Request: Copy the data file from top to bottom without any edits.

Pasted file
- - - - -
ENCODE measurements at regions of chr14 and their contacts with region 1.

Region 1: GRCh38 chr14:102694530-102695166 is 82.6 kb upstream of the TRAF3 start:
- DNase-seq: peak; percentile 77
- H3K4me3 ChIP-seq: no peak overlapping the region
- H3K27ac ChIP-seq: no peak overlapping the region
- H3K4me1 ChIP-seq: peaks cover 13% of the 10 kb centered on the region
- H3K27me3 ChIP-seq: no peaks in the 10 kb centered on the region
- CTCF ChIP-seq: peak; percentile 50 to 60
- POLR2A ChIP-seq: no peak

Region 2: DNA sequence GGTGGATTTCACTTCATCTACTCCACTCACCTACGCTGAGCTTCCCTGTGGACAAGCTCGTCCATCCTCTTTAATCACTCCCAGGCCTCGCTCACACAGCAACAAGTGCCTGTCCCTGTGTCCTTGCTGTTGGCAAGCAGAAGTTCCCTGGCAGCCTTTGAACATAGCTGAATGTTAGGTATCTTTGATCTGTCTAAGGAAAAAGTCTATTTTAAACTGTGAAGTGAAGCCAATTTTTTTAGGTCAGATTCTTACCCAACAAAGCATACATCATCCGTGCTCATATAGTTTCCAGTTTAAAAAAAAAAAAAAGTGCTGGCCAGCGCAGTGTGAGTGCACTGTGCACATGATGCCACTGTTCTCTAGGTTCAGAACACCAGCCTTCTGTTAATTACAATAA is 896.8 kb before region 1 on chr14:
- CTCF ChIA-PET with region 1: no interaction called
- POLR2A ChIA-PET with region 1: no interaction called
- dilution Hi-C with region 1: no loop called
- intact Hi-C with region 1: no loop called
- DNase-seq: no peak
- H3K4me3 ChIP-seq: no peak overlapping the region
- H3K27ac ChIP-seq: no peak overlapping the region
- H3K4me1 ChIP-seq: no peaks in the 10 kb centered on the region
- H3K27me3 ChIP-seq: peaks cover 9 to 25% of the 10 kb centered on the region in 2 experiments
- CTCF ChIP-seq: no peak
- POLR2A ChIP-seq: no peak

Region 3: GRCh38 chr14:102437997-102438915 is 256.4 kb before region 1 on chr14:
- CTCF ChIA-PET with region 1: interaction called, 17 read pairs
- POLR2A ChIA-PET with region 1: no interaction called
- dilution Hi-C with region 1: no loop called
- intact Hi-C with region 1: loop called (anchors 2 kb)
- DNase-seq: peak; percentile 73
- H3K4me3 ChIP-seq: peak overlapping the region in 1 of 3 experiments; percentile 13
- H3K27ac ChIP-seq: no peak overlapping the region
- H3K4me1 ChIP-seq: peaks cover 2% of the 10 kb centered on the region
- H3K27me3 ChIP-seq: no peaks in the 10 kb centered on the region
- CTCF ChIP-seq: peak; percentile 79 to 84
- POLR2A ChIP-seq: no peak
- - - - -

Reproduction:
ENCODE measurements at regions of chr14 and their contacts with region 1.

Region 1: GRCh38 chr14:102694530-102695166 is 82.6 kb upstream of the TRAF3 start:
- DNase-seq: peak; percentile 77
- H3K4me3 ChIP-seq: no peak overlapping the region
- H3K27ac ChIP-seq: no peak overlapping the region
- H3K4me1 ChIP-seq: peaks cover 13% of the 10 kb centered on the region
- H3K27me3 ChIP-seq: no peaks in the 10 kb centered on the region
- CTCF ChIP-seq: peak; percentile 50 to 60
- POLR2A ChIP-seq: no peak

Region 2: DNA sequence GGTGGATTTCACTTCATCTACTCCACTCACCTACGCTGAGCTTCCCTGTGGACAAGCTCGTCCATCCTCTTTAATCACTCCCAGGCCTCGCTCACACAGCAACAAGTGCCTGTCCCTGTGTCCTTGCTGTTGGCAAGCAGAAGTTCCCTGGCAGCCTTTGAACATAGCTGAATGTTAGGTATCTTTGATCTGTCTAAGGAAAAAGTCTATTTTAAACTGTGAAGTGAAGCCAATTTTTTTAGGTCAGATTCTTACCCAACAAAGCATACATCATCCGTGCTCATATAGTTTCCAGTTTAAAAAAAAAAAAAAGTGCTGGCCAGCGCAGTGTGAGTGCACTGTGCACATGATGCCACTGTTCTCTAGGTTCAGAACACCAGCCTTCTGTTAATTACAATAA is 896.8 kb before region 1 on chr14:
- CTCF ChIA-PET with region 1: no interaction called
- POLR2A ChIA-PET with region 1: no interaction called
- dilution Hi-C with region 1: no loop called
- intact Hi-C with region 1: no loop called
- DNase-seq: no peak
- H3K4me3 ChIP-seq: no peak overlapping the region
- H3K27ac ChIP-seq: no peak overlapping the region
- H3K4me1 ChIP-seq: no peaks in the 10 kb centered on the region
- H3K27me3 ChIP-seq: peaks cover 9 to 25% of the 10 kb centered on the region in 2 experiments
- CTCF ChIP-seq: no peak
- POLR2A ChIP-seq: no peak

Region 3: GRCh38 chr14:102437997-102438915 is 256.4 kb before region 1 on chr14:
- CTCF ChIA-PET with region 1: interaction called, 17 read pairs
- POLR2A ChIA-PET with region 1: no interaction called
- dilution Hi-C with region 1: no loop called
- intact Hi-C with region 1: loop called (anchors 2 kb)
- DNase-seq: peak; percentile 73
- H3K4me3 ChIP-seq: peak overlapping the region in 1 of 3 experiments; percentile 13
- H3K27ac ChIP-seq: no peak overlapping the region
- H3K4me1 ChIP-seq: peaks cover 2% of the 10 kb centered on the region
- H3K27me3 ChIP-seq: no peaks in the 10 kb centered on the region
- CTCF ChIP-seq: peak; percentile 79 to 84
- POLR2A ChIP-seq: no peak